Why Isn’t San Francisco a 24 Hour City?
I’m not a well-traveled person. However, I have traveled a little, and one thing that I can’t help but notice when I’m out and about in America’s major cities that don’t sit beside the San Francisco Bay, is that all of them have a bevy of businesses that stay open past 2 AM.
Why don’t we?
I’m not just referring to places that serve alcohol. I’m fine with California’s 2 AM cutoff. I like drinking, but I understand that binge drinking all night isn’t necessarily a benefit to the community. I’m talking about bookstores, cafes, coffee shops, diners, movie theaters, and other places that promote late night socializing. San Francisco, Oakland, and Berkeley are severely lacking when it comes to shit to do after midnight.
I recently went to Las Vegas for work, and while I would never trade the beauty and brilliance of the Bay Area for the sandy soullessness of Las Vegas, there was something refreshing about being able to go to a third wave coffee shop at 3 AM. Not only was it open, people were in it doing coffee shop shit. All the regulars were there. I saw a dude on a MacBook Pro doing something that looked important. There was a plant that looked expensive next to a brick wall decorated with art by local artists. A barista with dyed hair and a septum piercing made my cappuccino look hella pretty. Underground hip hop was playing at a low volume from from a large boombox behind the counter.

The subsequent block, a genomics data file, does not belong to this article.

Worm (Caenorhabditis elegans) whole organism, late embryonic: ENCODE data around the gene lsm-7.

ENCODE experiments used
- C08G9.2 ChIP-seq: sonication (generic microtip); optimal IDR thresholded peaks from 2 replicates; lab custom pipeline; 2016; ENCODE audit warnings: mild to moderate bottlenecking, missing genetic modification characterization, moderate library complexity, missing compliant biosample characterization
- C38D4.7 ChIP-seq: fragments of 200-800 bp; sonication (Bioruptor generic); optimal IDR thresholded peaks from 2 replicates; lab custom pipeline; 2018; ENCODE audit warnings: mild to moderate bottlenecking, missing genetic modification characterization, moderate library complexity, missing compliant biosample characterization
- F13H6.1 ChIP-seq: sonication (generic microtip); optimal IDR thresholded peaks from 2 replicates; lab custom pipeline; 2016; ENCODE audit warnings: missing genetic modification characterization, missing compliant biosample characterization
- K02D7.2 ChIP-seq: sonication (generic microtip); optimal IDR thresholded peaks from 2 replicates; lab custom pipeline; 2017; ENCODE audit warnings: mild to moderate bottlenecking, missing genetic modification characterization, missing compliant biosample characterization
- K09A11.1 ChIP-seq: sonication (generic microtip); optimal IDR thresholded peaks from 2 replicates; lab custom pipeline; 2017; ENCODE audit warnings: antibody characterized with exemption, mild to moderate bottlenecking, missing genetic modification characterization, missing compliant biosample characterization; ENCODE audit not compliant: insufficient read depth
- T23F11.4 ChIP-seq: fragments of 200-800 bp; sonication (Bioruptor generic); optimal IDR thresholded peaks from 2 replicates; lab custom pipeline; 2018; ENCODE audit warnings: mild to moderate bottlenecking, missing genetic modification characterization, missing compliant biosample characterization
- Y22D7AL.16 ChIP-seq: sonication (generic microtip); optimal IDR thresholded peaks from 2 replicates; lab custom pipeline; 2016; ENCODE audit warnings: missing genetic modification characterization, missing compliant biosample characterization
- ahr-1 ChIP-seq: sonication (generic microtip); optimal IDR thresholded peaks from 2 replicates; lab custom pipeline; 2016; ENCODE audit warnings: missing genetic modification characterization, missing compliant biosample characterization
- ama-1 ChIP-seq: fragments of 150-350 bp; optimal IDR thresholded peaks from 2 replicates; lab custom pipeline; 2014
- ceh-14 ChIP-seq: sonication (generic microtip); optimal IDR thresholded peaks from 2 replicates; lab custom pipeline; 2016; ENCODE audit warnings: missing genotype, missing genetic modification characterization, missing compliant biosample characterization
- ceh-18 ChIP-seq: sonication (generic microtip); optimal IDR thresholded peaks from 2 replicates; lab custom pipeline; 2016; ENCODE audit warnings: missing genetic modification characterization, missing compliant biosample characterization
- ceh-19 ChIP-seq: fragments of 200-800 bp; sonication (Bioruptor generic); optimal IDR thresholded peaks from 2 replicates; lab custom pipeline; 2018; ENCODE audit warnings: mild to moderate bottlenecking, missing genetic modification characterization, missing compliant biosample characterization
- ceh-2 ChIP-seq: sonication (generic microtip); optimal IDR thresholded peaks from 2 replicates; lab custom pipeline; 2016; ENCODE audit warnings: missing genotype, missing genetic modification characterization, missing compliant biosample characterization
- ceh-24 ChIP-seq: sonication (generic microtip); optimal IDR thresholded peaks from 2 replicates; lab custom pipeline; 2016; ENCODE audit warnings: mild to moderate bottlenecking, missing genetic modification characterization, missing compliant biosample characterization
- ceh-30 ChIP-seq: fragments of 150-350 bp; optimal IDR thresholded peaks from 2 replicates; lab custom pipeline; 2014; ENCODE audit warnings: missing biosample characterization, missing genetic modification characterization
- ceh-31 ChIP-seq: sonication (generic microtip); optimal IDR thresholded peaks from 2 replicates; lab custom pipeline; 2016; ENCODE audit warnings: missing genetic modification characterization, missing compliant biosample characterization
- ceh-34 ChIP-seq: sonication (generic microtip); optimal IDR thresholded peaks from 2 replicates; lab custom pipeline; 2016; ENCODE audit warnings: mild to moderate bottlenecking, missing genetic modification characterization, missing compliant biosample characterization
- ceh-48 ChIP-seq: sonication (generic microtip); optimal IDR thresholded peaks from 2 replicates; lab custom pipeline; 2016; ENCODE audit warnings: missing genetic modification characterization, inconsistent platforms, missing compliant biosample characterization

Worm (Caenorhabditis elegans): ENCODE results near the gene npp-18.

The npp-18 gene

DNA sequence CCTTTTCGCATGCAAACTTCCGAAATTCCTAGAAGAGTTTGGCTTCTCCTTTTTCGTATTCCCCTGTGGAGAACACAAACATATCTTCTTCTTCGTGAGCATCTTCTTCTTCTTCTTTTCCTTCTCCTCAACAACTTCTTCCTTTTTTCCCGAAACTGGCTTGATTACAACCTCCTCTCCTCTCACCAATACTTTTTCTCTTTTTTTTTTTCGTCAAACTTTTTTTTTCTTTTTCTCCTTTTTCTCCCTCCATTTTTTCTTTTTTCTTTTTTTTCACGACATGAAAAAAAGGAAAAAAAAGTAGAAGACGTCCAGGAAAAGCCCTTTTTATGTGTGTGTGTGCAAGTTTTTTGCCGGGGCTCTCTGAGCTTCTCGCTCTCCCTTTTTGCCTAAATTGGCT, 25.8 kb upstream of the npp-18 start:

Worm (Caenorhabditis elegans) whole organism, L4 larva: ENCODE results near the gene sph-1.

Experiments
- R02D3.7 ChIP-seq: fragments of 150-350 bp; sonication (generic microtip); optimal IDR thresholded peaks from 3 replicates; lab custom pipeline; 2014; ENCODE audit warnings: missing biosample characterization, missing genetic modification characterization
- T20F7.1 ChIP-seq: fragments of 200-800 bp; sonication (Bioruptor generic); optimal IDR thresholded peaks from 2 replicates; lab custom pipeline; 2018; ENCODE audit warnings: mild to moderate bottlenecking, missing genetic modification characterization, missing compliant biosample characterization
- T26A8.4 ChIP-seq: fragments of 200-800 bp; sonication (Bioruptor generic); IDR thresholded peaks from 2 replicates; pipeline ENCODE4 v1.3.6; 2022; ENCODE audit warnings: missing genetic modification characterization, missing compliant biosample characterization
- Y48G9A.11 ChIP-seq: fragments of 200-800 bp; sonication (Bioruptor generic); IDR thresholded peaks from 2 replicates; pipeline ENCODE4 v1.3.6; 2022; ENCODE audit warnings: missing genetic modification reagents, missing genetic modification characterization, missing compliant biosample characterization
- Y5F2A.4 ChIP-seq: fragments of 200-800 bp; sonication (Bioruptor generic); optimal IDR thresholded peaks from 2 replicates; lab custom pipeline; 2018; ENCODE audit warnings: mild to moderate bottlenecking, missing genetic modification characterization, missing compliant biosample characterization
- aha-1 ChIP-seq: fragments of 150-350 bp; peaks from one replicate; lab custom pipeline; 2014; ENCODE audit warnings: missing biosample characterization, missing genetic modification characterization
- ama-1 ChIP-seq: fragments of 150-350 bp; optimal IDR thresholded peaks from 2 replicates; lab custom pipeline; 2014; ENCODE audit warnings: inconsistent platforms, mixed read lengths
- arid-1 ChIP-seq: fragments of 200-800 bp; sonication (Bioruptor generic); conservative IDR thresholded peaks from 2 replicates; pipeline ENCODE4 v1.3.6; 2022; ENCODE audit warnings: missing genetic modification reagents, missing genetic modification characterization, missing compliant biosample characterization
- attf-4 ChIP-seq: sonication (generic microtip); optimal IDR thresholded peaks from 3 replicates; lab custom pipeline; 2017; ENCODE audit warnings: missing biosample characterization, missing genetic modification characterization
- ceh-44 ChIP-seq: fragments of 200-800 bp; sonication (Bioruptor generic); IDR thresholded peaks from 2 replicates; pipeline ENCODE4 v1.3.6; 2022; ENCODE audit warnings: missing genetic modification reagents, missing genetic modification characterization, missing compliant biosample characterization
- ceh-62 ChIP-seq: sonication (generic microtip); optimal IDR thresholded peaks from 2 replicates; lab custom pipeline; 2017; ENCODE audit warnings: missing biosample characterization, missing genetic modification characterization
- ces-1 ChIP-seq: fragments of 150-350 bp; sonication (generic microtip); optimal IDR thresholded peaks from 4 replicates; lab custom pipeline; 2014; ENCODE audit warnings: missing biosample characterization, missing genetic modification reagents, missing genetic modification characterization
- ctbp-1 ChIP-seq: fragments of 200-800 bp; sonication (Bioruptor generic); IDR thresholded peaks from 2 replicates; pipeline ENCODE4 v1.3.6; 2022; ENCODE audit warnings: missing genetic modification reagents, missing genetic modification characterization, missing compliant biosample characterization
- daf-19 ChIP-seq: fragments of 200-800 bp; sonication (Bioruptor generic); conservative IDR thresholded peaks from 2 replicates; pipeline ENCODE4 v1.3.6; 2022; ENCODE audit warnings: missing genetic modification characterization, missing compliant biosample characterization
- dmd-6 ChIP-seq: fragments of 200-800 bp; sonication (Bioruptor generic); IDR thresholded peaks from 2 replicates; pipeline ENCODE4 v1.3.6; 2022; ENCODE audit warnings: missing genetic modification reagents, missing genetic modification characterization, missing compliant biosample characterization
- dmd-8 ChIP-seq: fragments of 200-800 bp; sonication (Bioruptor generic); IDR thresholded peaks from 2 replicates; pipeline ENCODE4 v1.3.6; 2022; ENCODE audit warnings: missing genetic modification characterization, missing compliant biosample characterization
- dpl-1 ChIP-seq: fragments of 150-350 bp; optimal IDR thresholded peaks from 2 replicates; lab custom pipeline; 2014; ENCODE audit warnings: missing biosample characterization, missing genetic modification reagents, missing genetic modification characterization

San Francisco is more densely populated than both Portland and Vegas, yet we don’t nearly as many options after 8 PM.
I usually make jokes about these kinds of establishments because they try too hard and usually end up somewhere on an unflattering bell curve between trite and mediocre. But after a redeye flight to Las Vegas, that coffee shop was an absolute lifesaver.
Las Vegas isn’t alone. Back in 2010, me and my bestfriend decided to go to Portland. We didn’t really have a plan, but we had heard it was the place that “young people go to retire,” and we wanted to see for ourselves. We were both ambitionless kids who worked at a Round Table Pizza in the East Bay and had little to lose if we left it all behind. So, we decided that an impromptu visit to Portland was justified. When we got there, we didn’t really know what to do, but luckily for us, Downtown Portland was brightly lit and mostly open for business.
As I stated earlier, I’m not well-traveled. At that point in my life, I had only lived in the Bay Area beside a one year stint in Glendale. So when I was walking around Portland after midnight, seeing everything from bowling alleys to bike shops open was cool.
San Francisco is more densely populated than both Portland and Vegas, yet we don’t have nearly as many options after 8 PM. This is especially true if we don’t factor bars into the equation.
I would love to have a large bookstore that was open all night with comfy chairs and a section that served high quality coffee somewhere in or around San Francisco. Wouldn’t it be cool to go bowling with a friend at 4 AM? San Francisco is tolerant of everyone except insomniacs.
We’re a big city, but we sleep like a suburb.